Category Archives: Statistics

New Paper by McKitrick and Vogelsang comparing models and observations in the tropical troposphere

This is a guest post by Ross McKitrick. Tim Vogelsang and I have a new paper comparing climate models and observations over a 55-year span (1958-2012) in the tropical troposphere. Among other things we show that climate models are inconsistent with the HadAT, RICH and RAOBCORE weather balloon series. In a nutshell, the models not only […]

Screening Proxies: Is It Just a Lot of Noise?

There has been a great deal of discussion on a recent CA thread on the efficacy of screening proxies for use in reconstructions by selecting on the size of the correlation between the proxy and the temperature during the calibration time period. During the discussion I asked Nick Stokes the following questions in a comment: […]

Calibrating “Dr. Thompson’s Thermometer”

One of the most persuasive images in the global warming debate is a graph that Al Gore describes in his An Inconvenient Truth as “Dr. Thompson’s thermometer.” According to Gore, this graph is based on oxygen isotope ratios from ice cores collected by Lonnie Thompson and his colleagues, and provides “the most definitive” independent confirmation […]

The Lodgepole Pine: A Case Study

Every year, the Statistical Society of Canada has a case study competition for statistics students in Canada. The problem and the data are posted about six months before the annual meeting. Teams of students analyze the problem and then present their results at a poster session at the meetings. One of the two topics for […]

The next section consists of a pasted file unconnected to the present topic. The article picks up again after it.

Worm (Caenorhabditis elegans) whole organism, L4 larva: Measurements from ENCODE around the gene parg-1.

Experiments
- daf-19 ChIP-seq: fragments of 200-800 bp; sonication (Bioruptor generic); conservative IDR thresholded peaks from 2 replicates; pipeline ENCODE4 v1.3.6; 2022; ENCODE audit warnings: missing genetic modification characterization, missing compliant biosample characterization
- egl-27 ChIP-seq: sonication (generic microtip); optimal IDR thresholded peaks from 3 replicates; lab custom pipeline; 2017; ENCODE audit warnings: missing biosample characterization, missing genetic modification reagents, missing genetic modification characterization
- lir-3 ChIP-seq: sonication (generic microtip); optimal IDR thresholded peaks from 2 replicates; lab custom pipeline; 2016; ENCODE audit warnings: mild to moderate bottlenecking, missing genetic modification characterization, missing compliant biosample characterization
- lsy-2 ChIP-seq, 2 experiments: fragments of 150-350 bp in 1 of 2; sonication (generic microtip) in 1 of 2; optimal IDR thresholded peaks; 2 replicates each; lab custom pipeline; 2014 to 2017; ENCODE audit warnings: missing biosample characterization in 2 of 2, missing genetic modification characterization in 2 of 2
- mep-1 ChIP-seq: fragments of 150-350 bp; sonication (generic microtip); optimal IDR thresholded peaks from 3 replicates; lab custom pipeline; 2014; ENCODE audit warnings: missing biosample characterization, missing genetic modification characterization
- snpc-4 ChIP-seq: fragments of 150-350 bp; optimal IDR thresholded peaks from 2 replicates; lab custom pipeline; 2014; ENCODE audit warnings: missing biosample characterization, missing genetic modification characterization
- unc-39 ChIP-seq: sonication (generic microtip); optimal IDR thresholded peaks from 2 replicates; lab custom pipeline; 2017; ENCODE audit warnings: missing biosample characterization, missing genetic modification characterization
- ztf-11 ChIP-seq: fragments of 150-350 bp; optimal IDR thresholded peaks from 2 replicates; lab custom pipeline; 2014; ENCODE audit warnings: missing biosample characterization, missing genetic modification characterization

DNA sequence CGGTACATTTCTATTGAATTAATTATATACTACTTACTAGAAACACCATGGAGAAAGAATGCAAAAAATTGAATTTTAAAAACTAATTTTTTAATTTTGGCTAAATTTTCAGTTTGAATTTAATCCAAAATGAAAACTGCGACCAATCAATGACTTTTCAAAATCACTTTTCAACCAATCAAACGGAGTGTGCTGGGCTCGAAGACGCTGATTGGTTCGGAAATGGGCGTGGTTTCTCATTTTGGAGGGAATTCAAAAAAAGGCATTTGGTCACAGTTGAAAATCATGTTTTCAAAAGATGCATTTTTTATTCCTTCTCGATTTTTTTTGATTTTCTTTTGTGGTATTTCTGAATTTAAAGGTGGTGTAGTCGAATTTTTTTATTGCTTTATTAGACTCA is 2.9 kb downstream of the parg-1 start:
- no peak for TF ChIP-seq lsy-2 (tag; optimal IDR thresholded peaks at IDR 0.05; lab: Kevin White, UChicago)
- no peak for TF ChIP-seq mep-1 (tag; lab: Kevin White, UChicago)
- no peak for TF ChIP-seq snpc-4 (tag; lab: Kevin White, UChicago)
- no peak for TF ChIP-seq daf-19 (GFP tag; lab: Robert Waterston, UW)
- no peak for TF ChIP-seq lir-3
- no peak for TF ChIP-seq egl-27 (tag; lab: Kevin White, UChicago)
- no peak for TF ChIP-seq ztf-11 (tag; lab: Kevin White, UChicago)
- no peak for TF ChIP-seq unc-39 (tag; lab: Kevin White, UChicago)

Spline Smoothing

The 2009 Climate Dynamics paper “Unprecedented low twentieth century winter sea ice extent in the Western Nordic Seas since A.D. 1200″ by M. Macias Fauria, A. Grinsted, et al. discussed already on the thread Svalbard’s Lost Decades pre-smooths its data with a 5-year cubic spline before running its regressions. There’s been a lot of discussion […]

Rejected … by RC!

I have been rejected at RealClimate! My first rejection! I have not posted there in about two years although I have occasionally read some of their consensus defences when they were relevant to what I have been looking at. They have been running a Steig Corrigendum thread concurrent with ours and I have followed it […]

Why did Steig use a cut-off parameter of k=3?

A question that Jean S inquired about before we were so rudely interrupted. The expanation in Steig et al was: Principal component analysis of the weather station data produces results similar to those of the satellite data analysis, yielding three separable principal components. We therefore used the RegEM algorithm with a cut-off parameter k=3…. A […]

RegEM PTTLS Ported to R

I’ve now ported my emulation of Schneider’s RegEM PTTLS to R and benchmarked it against Jeff’s Matlab as shown below. I caution readers that this is just an algorithm. There are other ways of doing regressions and infills. The apparent convergence to three PCs noted by Roman is still pending as a highly interesting phenomenon. […]

Porting RegEM to R #1

I’ve transliterated relevant Tapio Schneider code into R (pttls.m) and parts of regem.m that seem relevant at present. Jeff Id has extracted a variety of intermediates from his Matlab run and I’ve fully reconciled through two steps with remaining differences appearing to be probably due to transmission rounding. My dXmis statistic at step one was […]

Smerdon et al 2008 on RegEM

Smerdon et al 2008 is an interesting article on RegEM, continuing a series of exchanges between Smerdon and the Mann group that has been going on for a couple of years. We haven’t spent much time here on RegEM as we might have. I did a short note in Nov 2007 here. In July and […]

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